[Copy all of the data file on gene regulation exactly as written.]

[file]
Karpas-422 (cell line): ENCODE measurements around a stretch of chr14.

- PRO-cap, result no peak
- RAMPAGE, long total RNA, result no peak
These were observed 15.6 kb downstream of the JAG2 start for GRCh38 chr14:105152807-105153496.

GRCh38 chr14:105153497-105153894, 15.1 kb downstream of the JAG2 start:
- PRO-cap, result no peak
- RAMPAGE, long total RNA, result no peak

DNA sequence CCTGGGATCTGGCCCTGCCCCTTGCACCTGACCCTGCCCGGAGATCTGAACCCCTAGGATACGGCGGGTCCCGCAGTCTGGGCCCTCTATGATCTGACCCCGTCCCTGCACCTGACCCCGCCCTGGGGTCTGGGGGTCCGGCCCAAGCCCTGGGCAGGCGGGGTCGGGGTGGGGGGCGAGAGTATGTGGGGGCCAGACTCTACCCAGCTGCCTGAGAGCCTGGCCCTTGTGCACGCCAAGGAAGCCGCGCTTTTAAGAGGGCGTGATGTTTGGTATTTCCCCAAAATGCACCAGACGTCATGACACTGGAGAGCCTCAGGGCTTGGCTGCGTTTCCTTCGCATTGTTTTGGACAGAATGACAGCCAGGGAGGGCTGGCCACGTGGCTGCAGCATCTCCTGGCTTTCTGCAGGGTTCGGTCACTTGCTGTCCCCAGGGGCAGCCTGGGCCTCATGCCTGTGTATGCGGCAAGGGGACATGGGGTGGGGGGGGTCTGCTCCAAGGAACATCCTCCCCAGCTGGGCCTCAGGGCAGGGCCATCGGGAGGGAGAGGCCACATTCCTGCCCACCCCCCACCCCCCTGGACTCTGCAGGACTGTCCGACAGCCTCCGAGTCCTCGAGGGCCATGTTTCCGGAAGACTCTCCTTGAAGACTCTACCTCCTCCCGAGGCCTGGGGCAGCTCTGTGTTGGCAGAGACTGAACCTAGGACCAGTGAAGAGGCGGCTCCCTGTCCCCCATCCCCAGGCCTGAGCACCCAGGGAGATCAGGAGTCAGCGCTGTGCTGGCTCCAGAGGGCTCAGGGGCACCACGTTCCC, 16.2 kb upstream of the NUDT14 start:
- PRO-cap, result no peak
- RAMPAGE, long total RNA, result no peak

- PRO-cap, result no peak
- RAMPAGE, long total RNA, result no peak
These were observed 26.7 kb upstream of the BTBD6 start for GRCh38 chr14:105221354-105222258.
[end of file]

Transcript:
Karpas-422 (cell line): ENCODE measurements around a stretch of chr14.

- PRO-cap, result no peak
- RAMPAGE, long total RNA, result no peak
These were observed 15.6 kb downstream of the JAG2 start for GRCh38 chr14:105152807-105153496.

GRCh38 chr14:105153497-105153894, 15.1 kb downstream of the JAG2 start:
- PRO-cap, result no peak
- RAMPAGE, long total RNA, result no peak

DNA sequence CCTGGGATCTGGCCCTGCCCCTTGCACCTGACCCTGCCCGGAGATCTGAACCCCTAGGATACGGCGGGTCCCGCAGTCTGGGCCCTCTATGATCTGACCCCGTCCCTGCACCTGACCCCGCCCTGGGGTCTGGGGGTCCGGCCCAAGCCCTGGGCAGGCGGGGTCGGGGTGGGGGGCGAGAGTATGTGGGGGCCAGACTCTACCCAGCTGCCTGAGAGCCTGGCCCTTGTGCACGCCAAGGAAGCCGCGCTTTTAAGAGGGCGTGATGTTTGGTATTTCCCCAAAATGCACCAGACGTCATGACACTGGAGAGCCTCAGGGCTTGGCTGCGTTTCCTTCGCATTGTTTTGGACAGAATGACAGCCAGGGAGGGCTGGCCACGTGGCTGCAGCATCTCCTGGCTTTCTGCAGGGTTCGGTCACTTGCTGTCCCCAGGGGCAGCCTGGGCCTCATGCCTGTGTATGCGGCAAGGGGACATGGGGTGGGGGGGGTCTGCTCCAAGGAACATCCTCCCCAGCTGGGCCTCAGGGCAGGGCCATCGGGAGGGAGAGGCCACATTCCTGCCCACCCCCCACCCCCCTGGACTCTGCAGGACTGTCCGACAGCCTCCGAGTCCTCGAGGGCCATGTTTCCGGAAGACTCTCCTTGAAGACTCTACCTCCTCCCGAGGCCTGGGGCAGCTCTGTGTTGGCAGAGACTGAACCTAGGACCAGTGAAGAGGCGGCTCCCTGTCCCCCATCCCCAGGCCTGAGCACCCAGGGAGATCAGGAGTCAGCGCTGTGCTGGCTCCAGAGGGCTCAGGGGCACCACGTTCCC, 16.2 kb upstream of the NUDT14 start:
- PRO-cap, result no peak
- RAMPAGE, long total RNA, result no peak

- PRO-cap, result no peak
- RAMPAGE, long total RNA, result no peak
These were observed 26.7 kb upstream of the BTBD6 start for GRCh38 chr14:105221354-105222258.